Select Committee on Work and Pensions Fourth Report


306. Organisations representing or working with today's pensioners emphasised the importance of keeping their needs high on the policy agenda.[398] The National Pensioners' Convention argued that for any meaningful consensus to be achieved, the needs of current pensioners must not be ignored."[399] Help the Aged said that "Pensioners today see little in the [Pensions Commission's] report to cheer them, yet their situation demands to be addressed" [400] and added, once the White Paper was published, that "for older and retired people today, the White Paper holds precious little", a point also made by the Croydon retired people's campaign, which described the proposals as "failing today's 11 million retired people." [401]

307. The Secretary of State commented in the House that the fact that the Guarantee element of the Pension Credit would be uprated in line with earnings beyond 2008 would mean "up to 500,000 pensioners will not end up falling into poverty."[402] The Pension Reform Group commented that the success of Pension Credit meant:[403]

    "that for the first time politicians and policy makers have the opportunity to deliver a long-term and sustainable reform of pensions without simultaneously being concerned with a reform which also helps today's poorest pensioners."

308. While the focus of the Pensions Commission was on future pensions, it did comment that it would be: [404]

    "desirable to address some of the gaps and inequities which exist among today's pensioners as a result of the operation of the contributory system. The best way to do this in a targeted fashion and within tight medium-term expenditure constraints would be to make the BSP universal in payment above a specific age, such as 75."

309. This view received support from witnesses to the inquiry.[405] Christina Barnes of the Equal Opportunities Commission argued that: [406]

    "the most important group that will receive it are those women who currently do not get a full Basic State Pension and are not claiming their Pension Credit. It also sends out the important message that all women should get a full Basic State Pension in their own right rather than being dependent upon their husbands for their income in retirement."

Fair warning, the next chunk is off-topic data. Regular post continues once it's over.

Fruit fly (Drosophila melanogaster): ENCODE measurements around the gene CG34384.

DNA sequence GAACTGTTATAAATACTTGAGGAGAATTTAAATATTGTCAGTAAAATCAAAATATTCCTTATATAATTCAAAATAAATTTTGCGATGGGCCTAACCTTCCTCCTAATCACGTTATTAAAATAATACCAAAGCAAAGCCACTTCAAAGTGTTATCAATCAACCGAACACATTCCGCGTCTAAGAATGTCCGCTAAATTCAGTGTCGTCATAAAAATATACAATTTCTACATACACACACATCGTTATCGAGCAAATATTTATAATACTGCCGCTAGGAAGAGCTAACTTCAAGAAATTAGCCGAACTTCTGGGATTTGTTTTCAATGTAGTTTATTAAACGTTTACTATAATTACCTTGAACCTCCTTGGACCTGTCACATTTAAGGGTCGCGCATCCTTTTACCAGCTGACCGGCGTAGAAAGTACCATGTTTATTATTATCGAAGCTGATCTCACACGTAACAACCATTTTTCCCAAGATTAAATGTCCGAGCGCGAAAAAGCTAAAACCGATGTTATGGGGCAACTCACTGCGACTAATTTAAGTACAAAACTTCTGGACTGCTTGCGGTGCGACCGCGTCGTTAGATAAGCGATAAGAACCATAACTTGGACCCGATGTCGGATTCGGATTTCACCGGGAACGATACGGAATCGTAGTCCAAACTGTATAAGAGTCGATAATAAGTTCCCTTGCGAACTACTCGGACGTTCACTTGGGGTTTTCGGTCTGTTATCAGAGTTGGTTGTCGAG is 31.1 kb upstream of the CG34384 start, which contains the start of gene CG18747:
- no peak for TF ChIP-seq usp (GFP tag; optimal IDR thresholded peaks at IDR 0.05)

310. However, the Government has decided not to implement these proposals, as we have already noted.[407]

311. Our predecessor Committee, in its report on the Future of UK Pensions, concluded that "there is nothing inherently wrong with a means-tested approach which focuses available resources on the poorest pensioners if the issue of 'take-up' is adequately addressed."[408] Evidence to the inquiry suggests that take-up continues to be a problem. Age Concern said that "despite major take-up initiatives, some 30% of older people entitled to Pension Credit are not receiving the benefit." Teresa Perchard of Citizens Advice said:[409]

    "we are still coming across today pensioners who are missing out on claiming Pension Credit. Their state pension income is a long way from the Pension Credit level and it can be quite a challenge to get people to claim means-tested benefits, they feel a huge loss of dignity and that they are begging for charity by doing so, plus there are quite a lot of administrative obstacles, even with the efforts that have been made to simplify the claiming process for Pension Credit."

312. The Department did not meet its SR2002 target to be paying Pension Credit to at least 3 million pensioner households by 2006. The Secretary of State said when giving evidence to us on the 2006 Department for Work and Pensions Annual Report that:[410]

    "I think the Pensions Minister would want to look very carefully at how we should take forward future work on Pensions Credit. It is very important, it is one of our PSA targets, we are doing all we can to try and reach it, but it is pretty clear now that we will probably fall short of the PSA target."